So you’re in the market for a new or used car, or maybe you’re looking to sell or upgrade your current model. Either way, you’ve come to the right place!
The first step in buying a car is trying to narrow down your wants, and more importantly, your needs. There can be a lot to think about, so let’s start with the basics:
1) What will you MOST be using the vehicle for?
Do you need a large, safe vehicle to bring your growing family to and from after school programs? You’ll probably be best off looking at SUVsand Crossovers. Need a heavy-duty truck that won’t quit at the work site? Most likely you’ll need something that can fit a wide range of scenarios, but try to narrow down what the main uses be and let that inform your first round of picks.
2) Are there any features you just can’t live without?
Every year we see more and more features become standardized across a wide range of makes & models, but depending on your budget you may not always be able to stay on the cutting edge. For example, those of us with a less-than-perfect sense of navigation might consider built-in GPS to be essential. Or maybe you’re a purist and can’t give up the additional control and feel of a manual transmission. You don’t want to end up with any buyers remorse, so make sure you invest a decent amount of time sorting out your feature wants from your feature needs.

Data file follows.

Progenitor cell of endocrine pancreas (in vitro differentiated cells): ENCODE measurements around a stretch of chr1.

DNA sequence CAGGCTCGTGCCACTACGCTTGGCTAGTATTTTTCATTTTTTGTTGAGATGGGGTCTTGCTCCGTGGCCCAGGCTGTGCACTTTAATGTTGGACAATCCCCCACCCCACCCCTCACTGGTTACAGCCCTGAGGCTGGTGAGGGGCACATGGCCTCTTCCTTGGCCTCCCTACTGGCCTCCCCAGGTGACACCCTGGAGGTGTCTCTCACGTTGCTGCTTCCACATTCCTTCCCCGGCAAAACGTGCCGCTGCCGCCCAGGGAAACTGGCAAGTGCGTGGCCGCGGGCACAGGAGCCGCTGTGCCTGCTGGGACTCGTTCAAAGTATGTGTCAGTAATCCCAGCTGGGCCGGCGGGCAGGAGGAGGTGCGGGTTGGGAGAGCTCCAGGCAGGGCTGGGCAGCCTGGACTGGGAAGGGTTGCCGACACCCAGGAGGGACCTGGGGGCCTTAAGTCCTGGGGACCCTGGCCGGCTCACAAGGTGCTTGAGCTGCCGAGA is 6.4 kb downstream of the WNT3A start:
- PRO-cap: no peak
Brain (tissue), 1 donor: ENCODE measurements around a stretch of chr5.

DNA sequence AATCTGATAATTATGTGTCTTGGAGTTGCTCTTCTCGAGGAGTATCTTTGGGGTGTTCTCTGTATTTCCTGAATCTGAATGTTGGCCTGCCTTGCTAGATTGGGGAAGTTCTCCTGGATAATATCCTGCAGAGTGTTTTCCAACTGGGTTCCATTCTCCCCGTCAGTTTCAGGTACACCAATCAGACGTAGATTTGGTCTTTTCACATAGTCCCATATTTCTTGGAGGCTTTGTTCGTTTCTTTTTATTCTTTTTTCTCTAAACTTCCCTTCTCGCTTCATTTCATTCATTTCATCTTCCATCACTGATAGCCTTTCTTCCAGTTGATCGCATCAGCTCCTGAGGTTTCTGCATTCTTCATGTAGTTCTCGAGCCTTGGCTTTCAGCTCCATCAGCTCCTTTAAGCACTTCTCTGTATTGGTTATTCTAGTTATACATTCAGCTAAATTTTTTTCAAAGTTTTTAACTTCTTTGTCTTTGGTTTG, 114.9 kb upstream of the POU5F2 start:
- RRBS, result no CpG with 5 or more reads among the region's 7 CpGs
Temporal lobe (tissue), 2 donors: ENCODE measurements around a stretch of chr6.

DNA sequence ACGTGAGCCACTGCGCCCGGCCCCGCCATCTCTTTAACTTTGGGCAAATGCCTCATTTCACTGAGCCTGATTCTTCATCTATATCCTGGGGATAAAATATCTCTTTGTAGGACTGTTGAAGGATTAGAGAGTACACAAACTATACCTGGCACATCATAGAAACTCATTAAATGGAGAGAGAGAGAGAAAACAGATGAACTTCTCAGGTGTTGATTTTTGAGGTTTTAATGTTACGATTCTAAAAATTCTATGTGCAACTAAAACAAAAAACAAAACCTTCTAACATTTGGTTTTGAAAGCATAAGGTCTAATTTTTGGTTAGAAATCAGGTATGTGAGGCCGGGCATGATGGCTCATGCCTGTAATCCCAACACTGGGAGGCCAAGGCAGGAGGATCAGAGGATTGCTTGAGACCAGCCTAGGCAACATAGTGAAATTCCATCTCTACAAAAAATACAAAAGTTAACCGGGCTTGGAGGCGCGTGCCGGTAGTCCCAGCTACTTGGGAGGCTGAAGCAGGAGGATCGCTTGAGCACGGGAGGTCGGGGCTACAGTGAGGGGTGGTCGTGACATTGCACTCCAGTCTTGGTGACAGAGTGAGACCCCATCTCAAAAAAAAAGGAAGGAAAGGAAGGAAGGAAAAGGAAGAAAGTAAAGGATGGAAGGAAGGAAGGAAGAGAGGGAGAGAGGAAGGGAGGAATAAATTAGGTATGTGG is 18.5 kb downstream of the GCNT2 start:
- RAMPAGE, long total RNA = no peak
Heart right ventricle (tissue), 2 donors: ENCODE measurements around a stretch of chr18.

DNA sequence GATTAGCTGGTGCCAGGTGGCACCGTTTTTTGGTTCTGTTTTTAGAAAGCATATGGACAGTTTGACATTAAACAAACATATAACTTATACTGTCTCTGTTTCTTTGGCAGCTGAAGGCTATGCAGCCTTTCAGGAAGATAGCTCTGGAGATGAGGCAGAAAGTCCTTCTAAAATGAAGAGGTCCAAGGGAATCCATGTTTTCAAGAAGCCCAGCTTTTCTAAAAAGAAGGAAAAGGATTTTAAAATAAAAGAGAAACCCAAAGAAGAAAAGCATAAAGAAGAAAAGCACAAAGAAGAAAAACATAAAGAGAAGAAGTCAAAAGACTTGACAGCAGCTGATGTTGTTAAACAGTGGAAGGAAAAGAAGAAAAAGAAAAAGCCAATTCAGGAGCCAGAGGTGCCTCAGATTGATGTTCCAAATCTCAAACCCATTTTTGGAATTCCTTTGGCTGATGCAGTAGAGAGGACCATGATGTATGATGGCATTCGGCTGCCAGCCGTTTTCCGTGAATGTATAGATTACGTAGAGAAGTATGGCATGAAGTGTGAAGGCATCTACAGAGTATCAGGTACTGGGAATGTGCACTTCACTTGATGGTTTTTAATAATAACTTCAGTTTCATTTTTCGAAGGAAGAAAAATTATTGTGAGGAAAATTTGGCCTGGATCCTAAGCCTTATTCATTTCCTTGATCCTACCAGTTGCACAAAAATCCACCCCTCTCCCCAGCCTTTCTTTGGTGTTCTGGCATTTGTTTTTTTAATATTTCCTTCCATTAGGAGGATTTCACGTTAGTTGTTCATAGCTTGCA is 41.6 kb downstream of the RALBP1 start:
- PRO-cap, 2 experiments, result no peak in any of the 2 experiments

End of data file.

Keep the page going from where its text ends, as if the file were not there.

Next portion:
3) New or Used?
For many, this can be the hardest decision to make when you’re first starting your search. On one hand, a new car will lose a lot more value once it’s driven off the lot than a pre-owned car will. On the other hand, you’re far less likely to have mechanical issues with a new car, and if you do, they’ll often be covered by a much more comprehensive warranty. The landscape is changing though, and these days you can feel more confident in your pre-owned car purchase with the help of services like CarFax.com and by buying through trusted dealerships.
At the end of the day, how much you’re willing to spend will likely have the most influence on what vehicle you end up with. Are you willing to dip into your savings and pay cash, hoping to find a great financing option, or just looking to lease? Conventional wisdom says buying and putting as much money down as you can afford is the least costly way to go in the long run, but not everyone can part with a large chunk of savings for a down payment. Luckily, it’s not always the case that buying beats leasing, especially when you take into account opportunity cost and other variables. Calculators for comparing options abound on the web, but one we like is at www.smartmoney.com.